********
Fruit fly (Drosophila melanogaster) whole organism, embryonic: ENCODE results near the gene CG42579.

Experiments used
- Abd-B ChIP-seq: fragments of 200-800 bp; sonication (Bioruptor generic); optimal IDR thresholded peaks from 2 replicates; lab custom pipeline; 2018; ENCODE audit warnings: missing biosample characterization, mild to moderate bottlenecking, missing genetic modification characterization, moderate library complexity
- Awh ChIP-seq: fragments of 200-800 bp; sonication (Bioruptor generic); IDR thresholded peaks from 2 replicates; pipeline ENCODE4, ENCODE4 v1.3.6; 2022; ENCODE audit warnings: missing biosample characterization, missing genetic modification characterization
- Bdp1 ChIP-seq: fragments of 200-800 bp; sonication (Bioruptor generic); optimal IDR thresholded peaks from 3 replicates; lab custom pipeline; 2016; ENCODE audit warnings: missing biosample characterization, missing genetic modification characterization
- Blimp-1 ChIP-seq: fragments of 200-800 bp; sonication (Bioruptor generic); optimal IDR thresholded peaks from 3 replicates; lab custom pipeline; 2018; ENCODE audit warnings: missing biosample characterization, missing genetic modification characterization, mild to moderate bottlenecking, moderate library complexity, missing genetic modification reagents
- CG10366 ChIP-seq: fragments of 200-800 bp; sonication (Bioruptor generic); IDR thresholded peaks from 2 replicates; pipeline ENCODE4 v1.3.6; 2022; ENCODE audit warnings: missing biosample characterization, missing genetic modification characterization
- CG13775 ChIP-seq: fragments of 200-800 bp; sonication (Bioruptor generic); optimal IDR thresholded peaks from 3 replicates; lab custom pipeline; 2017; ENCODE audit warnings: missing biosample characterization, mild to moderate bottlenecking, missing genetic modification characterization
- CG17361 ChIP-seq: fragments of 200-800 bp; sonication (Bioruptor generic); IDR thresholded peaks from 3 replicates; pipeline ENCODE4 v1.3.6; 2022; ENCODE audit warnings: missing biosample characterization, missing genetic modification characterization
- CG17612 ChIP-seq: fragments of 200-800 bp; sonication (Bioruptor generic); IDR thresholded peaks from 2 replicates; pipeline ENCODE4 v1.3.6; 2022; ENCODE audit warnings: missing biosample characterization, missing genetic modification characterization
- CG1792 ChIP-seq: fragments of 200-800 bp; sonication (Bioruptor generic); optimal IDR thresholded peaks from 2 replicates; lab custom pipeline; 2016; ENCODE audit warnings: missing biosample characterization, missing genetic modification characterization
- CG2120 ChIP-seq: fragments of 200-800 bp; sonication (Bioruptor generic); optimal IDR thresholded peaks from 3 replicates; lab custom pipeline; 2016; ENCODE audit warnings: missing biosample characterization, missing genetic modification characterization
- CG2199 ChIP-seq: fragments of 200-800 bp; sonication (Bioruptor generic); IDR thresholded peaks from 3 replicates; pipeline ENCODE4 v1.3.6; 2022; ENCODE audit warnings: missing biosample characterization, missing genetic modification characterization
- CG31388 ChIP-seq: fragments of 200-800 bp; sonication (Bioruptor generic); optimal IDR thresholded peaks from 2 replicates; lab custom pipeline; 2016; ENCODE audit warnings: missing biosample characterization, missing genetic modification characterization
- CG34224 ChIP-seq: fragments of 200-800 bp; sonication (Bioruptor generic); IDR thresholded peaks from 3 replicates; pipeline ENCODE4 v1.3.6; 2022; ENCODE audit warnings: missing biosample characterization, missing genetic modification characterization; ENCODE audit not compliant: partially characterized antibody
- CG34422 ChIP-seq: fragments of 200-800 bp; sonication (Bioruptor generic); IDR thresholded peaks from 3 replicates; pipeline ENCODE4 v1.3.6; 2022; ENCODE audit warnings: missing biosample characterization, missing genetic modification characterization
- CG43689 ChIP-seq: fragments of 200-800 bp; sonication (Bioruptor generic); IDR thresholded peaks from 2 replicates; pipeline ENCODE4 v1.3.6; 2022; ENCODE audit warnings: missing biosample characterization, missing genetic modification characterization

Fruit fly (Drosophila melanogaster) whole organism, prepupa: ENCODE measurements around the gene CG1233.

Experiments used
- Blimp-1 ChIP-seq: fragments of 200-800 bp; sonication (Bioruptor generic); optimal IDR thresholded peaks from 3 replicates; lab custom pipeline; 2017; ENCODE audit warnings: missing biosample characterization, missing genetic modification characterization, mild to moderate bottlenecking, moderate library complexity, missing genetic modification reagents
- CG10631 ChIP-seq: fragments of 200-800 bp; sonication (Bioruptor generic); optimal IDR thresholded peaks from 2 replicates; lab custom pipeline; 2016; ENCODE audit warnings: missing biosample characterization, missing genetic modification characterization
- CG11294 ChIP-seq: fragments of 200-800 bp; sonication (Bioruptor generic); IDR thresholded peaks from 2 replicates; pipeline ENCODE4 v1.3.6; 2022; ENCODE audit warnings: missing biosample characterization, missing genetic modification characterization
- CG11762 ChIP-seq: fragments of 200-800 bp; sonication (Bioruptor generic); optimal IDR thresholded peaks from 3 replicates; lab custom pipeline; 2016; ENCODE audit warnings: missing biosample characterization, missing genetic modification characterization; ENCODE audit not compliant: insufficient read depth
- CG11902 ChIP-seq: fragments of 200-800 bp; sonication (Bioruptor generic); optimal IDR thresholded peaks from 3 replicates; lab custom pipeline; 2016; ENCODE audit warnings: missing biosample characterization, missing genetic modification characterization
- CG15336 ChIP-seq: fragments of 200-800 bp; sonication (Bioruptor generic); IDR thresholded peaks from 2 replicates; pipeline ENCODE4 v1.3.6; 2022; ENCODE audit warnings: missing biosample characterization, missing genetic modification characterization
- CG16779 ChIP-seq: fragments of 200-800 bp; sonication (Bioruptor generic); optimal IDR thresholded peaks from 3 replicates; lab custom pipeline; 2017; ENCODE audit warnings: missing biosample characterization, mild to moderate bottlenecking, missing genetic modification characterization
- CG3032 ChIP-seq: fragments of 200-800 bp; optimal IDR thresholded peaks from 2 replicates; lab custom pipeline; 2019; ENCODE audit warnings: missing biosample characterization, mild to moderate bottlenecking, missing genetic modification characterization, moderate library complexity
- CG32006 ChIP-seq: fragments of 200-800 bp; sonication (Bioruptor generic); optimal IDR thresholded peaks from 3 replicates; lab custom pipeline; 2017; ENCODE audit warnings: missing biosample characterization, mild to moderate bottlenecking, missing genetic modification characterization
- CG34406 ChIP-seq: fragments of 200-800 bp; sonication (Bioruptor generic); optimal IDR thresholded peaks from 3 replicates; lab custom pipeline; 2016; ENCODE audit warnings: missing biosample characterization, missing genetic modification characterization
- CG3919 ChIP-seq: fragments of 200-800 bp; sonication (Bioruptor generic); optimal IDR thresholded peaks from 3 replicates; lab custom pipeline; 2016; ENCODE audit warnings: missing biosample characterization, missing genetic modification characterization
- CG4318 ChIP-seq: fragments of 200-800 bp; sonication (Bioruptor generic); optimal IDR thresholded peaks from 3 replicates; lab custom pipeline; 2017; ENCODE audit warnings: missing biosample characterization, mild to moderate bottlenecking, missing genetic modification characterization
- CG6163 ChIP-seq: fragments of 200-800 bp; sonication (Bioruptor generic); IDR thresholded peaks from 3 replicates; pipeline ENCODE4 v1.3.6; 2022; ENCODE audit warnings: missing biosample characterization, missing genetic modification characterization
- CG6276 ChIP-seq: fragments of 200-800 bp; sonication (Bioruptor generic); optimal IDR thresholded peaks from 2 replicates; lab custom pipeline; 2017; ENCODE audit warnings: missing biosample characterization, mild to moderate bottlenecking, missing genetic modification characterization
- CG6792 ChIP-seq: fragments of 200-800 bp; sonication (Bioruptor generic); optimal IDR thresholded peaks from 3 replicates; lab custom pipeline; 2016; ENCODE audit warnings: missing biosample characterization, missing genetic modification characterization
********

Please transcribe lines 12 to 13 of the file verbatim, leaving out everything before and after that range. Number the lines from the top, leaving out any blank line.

- CG2120 ChIP-seq: fragments of 200-800 bp; sonication (Bioruptor generic); optimal IDR thresholded peaks from 3 replicates; lab custom pipeline; 2016; ENCODE audit warnings: missing biosample characterization, missing genetic modification characterization
- CG2199 ChIP-seq: fragments of 200-800 bp; sonication (Bioruptor generic); IDR thresholded peaks from 3 replicates; pipeline ENCODE4 v1.3.6; 2022; ENCODE audit warnings: missing biosample characterization, missing genetic modification characterization